• Proof of income, such as a bank statement or paystub

The lender will then use this information to conduct a hard credit check (which may temporarily lower your score) and determine your official loan terms. Depending on the lender, this process may take minutes or up to a week.

#4. Sign Signature Loan Agreement

Once you’re fully approved, it’s time to sign for your loan. Online lenders do this digitally, but you may have to visit a brick-and-mortar branch if you apply with some banks.

Be sure to read the fine print before you sign for anything the underwriter forgot to disclose upfront, such as prepayment penalties, automatic payment requirements, or other fees.

#5. Receive Funds

Next, the lender will fund your loan. This may occur same-day, next-day, or within a week.

#6. Make On-Time Monthly Payments

Roughly 30 days after you receive your funds, you’ll have to start fulfilling your end of the bargain by making monthly payments.

Whenever possible, consider signing up for autopay, scheduling early payments, and even paying a little extra to ensure you avoid late fees.

What are the Advantages of Signature Loans?

Signature loans come with a number of advantages compared to other loans, including:

  • No collateral requirements
  • Fixed-rate interest bundled into your monthly payment
  • No use limits (barring student loans and some auto and home expenses)
  • Reasonable interest rates for those with excellent credit

What are the Disadvantages of Signature Loans?

But signature loans also carry a number of disadvantages, too, such as:

  • Higher interest rates (compared to other loans) due to a lack of collateral
  • Marks for late payments can stay on your credit report for years
  • Borrowers with poor credit may pay upwards of 36% APR
  • Some lenders assess additional fees such as origination costs or prepayment penalties

Are there Signature Loans for Bad Credit?

While you can obtain a signature loan with bad credit, the process may be more difficult than if you have a good credit score. Moreover, you’ll likely pay more in interest and additional fees.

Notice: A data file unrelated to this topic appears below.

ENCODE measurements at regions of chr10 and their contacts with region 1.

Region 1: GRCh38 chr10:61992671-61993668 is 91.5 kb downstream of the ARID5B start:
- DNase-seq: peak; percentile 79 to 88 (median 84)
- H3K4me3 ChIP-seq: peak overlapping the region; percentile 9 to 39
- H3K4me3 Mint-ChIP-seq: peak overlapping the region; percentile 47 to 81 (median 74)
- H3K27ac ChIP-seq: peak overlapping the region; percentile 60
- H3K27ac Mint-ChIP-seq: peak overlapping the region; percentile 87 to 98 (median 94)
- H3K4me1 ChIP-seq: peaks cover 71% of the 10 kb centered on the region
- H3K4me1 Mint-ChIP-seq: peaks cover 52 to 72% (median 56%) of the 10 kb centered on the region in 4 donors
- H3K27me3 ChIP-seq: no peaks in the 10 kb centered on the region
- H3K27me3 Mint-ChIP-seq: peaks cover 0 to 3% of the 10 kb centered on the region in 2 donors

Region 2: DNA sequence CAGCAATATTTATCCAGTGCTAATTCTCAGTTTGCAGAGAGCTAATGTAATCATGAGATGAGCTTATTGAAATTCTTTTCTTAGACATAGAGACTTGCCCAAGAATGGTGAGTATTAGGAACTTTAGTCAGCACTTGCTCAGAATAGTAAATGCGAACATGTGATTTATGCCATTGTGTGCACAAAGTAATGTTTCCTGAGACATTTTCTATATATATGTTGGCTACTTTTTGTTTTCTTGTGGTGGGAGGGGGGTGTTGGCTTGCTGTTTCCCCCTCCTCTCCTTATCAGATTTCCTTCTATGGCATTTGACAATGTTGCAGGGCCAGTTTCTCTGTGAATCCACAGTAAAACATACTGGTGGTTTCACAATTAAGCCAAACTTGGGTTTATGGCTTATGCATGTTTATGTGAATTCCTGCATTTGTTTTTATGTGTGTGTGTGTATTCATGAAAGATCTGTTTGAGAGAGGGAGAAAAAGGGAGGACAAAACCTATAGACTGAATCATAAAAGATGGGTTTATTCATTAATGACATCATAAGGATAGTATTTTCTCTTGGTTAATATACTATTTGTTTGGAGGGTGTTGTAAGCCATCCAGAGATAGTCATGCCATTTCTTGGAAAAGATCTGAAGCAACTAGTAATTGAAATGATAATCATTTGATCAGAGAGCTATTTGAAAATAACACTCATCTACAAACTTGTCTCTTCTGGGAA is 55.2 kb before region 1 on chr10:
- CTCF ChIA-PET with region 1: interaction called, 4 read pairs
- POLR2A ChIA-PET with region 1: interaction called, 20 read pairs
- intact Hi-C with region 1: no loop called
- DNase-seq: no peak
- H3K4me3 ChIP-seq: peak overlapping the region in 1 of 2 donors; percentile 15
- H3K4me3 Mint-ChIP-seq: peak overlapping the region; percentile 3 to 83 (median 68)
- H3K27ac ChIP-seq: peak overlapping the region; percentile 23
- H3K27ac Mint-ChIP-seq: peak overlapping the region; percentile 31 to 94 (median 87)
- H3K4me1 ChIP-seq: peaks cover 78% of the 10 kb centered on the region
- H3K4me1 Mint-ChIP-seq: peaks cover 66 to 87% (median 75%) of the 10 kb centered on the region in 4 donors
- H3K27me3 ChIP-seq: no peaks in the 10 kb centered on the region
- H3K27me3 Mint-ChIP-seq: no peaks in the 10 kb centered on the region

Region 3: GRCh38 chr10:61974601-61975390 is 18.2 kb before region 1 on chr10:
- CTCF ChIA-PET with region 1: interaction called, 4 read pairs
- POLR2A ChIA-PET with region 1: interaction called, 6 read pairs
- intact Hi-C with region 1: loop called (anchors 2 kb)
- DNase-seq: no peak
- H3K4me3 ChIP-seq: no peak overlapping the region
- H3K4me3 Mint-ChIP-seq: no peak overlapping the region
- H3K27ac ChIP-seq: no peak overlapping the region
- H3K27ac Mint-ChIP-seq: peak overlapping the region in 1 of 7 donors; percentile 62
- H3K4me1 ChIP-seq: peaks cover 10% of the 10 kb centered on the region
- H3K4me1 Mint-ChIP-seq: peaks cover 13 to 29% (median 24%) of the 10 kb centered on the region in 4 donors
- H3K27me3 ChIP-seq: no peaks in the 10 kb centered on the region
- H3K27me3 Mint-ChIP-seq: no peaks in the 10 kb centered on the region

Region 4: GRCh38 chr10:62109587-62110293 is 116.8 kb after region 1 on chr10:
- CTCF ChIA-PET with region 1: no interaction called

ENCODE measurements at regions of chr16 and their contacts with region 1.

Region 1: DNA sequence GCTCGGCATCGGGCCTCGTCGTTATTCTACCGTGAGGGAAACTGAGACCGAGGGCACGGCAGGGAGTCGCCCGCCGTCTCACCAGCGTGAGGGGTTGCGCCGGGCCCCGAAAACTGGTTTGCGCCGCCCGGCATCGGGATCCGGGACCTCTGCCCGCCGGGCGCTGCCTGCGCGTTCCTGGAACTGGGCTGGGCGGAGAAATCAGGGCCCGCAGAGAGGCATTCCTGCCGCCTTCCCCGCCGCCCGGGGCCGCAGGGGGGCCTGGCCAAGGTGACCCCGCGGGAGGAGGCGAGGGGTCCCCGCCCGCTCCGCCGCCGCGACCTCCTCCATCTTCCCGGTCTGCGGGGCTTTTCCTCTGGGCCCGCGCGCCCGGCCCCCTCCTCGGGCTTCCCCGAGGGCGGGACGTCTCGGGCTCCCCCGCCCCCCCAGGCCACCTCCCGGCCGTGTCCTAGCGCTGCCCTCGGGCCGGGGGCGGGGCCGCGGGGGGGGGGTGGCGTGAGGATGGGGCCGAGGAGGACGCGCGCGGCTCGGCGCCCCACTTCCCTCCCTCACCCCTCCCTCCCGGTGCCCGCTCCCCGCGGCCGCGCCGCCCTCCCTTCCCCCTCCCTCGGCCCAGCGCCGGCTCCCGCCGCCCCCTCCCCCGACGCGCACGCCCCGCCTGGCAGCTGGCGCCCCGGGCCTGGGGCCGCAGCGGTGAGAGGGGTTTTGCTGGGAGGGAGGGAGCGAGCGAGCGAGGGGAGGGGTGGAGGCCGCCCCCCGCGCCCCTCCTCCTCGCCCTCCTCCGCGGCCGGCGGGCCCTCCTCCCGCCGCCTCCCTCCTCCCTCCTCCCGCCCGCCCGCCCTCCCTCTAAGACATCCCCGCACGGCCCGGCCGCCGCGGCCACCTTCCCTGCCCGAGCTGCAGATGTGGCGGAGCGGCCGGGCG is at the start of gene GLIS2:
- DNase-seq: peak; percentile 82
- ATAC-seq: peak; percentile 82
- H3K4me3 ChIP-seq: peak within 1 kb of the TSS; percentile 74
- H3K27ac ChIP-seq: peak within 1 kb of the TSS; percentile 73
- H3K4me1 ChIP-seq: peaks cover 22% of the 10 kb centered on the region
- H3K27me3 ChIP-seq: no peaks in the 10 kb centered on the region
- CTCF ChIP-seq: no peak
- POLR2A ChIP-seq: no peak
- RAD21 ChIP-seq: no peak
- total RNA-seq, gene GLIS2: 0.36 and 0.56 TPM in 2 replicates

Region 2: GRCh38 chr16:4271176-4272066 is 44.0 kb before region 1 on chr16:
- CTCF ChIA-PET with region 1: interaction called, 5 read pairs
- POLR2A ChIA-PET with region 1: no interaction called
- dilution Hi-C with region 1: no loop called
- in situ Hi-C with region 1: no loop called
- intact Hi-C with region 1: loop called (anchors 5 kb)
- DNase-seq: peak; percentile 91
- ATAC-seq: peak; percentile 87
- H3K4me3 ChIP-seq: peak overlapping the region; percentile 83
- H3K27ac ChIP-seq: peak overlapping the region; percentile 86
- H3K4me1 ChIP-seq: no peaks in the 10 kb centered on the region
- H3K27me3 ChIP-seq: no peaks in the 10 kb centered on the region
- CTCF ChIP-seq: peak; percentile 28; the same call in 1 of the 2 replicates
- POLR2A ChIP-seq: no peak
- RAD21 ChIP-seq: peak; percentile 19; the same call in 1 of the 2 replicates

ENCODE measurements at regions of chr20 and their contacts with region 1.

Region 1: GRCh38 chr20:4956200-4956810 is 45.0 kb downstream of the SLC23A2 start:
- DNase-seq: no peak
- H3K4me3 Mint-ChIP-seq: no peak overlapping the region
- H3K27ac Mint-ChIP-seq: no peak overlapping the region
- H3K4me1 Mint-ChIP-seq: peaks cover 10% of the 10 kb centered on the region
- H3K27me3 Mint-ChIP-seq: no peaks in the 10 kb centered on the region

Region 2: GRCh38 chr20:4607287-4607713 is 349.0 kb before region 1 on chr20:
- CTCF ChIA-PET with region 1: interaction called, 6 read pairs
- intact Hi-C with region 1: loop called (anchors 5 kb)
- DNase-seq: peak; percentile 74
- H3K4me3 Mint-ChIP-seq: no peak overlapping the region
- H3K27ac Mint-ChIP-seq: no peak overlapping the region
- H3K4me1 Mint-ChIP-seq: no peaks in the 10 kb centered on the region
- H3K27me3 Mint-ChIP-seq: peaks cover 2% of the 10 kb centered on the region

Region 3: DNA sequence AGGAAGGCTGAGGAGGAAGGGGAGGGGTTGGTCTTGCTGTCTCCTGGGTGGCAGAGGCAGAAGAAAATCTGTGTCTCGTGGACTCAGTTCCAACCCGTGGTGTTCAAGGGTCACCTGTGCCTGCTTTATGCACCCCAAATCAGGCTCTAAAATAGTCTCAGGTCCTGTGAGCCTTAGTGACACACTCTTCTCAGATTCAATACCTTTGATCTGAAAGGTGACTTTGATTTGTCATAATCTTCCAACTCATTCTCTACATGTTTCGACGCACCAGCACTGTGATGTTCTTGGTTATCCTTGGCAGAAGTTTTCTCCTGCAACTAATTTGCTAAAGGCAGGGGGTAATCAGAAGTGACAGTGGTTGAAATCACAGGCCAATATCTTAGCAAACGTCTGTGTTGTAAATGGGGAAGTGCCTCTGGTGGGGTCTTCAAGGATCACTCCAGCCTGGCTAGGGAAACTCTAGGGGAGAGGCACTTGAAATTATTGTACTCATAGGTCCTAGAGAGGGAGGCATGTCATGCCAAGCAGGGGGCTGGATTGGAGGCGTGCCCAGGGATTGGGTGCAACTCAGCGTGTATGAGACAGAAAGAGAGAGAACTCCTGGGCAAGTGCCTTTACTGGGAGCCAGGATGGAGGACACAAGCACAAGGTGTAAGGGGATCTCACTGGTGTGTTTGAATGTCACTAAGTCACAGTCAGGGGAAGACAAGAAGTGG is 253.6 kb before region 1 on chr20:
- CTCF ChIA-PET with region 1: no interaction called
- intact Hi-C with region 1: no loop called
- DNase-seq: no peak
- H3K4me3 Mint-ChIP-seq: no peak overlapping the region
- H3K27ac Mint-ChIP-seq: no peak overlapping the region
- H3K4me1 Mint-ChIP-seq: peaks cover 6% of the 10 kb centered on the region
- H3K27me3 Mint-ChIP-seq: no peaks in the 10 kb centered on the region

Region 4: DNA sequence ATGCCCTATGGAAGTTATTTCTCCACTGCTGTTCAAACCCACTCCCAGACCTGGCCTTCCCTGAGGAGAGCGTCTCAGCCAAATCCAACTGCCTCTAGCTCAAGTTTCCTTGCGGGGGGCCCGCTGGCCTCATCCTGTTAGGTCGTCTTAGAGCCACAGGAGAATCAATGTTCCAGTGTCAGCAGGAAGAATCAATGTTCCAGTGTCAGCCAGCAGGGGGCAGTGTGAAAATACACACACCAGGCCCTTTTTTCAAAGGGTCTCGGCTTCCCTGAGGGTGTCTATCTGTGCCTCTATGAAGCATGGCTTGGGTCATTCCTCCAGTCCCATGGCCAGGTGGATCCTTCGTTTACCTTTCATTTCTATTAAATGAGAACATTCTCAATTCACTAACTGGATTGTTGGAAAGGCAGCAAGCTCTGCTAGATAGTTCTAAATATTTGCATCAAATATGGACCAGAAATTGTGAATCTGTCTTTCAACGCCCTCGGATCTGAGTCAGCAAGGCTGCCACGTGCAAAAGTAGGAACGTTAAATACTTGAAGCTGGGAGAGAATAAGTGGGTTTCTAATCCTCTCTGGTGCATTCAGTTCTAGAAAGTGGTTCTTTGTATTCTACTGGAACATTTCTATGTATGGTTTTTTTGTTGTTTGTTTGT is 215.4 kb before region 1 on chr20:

Many bad credit lenders also require a cosigner to approve your application. But this can be a double-edged sword.

If you pay off your loan, increase your credit score, and take them out to dinner for doing you a favor, great!

But if you default, you tank your credit score, their credit score, and your relationship. That’s…less great.

What is the Difference Between a Signature Loan and a Personal Loan?

A signature loan is an unsecured personal loan that requires no collateral. However, they often require a higher credit score and/or charge higher interest rates to minimize potential losses.

How Much Money Can You Borrow on a Signature Loan?

Your credit history, income, the specific lender, and any prior history with the lender all play into your borrowing limit.

Signature loans can range from $250 to $100,000, though most lenders offer $50,000 or less per loan.

How Long Does It Take to Get Approved for a Signature Loan?

Depending on the lender and your borrowing request, you may receive approval in just minutes or in a few days.

Overall, you can expect online lenders and portals to provide the fastest results.

Bottom Line: What is a Signature Loan?

Signature loans can be a great lending tool if you have excellent credit, a regular income, and need a quick infusion of cash. But it’s only a short-term solution.

If you find yourself repeatedly taking out loans, you may consider asking for a raise, applying to a better-paying job, or cutting unnecessary expenses to reduce your lifetime interest payments.

Jordan Blansit
Jordan Blansit

Jordan Blansit is a Senior Writer, Researcher, & Product Analyst for SimpleMoneyLyfe with an inexplicable predilection for mortgages, investing, and personal finance. When she’s not click-clacketing from the comfort of her living room, you can find her in the California Redwoods or Oregon Siskiyous. Jordan’s areas of expertise are mortgages, personal loans, credit cards, and investing.